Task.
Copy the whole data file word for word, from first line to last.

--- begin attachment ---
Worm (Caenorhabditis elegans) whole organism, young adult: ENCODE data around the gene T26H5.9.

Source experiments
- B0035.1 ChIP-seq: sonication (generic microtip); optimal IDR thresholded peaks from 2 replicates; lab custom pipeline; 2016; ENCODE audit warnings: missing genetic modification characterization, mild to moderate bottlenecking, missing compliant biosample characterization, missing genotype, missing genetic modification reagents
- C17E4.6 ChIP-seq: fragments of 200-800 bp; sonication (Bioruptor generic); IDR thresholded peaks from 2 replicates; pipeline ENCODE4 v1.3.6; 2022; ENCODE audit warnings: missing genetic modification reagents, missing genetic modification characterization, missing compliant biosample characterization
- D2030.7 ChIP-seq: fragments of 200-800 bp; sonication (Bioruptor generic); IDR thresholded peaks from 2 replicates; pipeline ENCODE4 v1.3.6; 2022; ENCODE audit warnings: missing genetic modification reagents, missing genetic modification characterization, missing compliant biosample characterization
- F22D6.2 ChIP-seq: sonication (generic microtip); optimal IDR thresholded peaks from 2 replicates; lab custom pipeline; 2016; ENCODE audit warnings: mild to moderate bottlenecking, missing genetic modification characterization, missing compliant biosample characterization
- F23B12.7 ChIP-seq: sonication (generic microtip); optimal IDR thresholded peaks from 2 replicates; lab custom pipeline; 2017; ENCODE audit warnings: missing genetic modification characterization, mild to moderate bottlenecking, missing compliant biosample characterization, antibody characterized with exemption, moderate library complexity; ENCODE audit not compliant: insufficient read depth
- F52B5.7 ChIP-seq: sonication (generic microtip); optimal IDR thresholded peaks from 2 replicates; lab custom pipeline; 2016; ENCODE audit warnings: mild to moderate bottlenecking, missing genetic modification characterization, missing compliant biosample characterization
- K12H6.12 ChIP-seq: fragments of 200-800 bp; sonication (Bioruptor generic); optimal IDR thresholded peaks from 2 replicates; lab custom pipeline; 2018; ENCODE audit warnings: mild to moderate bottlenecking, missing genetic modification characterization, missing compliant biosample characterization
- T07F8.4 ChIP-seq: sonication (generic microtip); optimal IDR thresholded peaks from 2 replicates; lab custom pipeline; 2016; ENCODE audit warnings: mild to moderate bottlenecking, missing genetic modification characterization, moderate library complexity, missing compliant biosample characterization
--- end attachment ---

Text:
Worm (Caenorhabditis elegans) whole organism, young adult: ENCODE data around the gene T26H5.9.

Source experiments
- B0035.1 ChIP-seq: sonication (generic microtip); optimal IDR thresholded peaks from 2 replicates; lab custom pipeline; 2016; ENCODE audit warnings: missing genetic modification characterization, mild to moderate bottlenecking, missing compliant biosample characterization, missing genotype, missing genetic modification reagents
- C17E4.6 ChIP-seq: fragments of 200-800 bp; sonication (Bioruptor generic); IDR thresholded peaks from 2 replicates; pipeline ENCODE4 v1.3.6; 2022; ENCODE audit warnings: missing genetic modification reagents, missing genetic modification characterization, missing compliant biosample characterization
- D2030.7 ChIP-seq: fragments of 200-800 bp; sonication (Bioruptor generic); IDR thresholded peaks from 2 replicates; pipeline ENCODE4 v1.3.6; 2022; ENCODE audit warnings: missing genetic modification reagents, missing genetic modification characterization, missing compliant biosample characterization
- F22D6.2 ChIP-seq: sonication (generic microtip); optimal IDR thresholded peaks from 2 replicates; lab custom pipeline; 2016; ENCODE audit warnings: mild to moderate bottlenecking, missing genetic modification characterization, missing compliant biosample characterization
- F23B12.7 ChIP-seq: sonication (generic microtip); optimal IDR thresholded peaks from 2 replicates; lab custom pipeline; 2017; ENCODE audit warnings: missing genetic modification characterization, mild to moderate bottlenecking, missing compliant biosample characterization, antibody characterized with exemption, moderate library complexity; ENCODE audit not compliant: insufficient read depth
- F52B5.7 ChIP-seq: sonication (generic microtip); optimal IDR thresholded peaks from 2 replicates; lab custom pipeline; 2016; ENCODE audit warnings: mild to moderate bottlenecking, missing genetic modification characterization, missing compliant biosample characterization
- K12H6.12 ChIP-seq: fragments of 200-800 bp; sonication (Bioruptor generic); optimal IDR thresholded peaks from 2 replicates; lab custom pipeline; 2018; ENCODE audit warnings: mild to moderate bottlenecking, missing genetic modification characterization, missing compliant biosample characterization
- T07F8.4 ChIP-seq: sonication (generic microtip); optimal IDR thresholded peaks from 2 replicates; lab custom pipeline; 2016; ENCODE audit warnings: mild to moderate bottlenecking, missing genetic modification characterization, moderate library complexity, missing compliant biosample characterization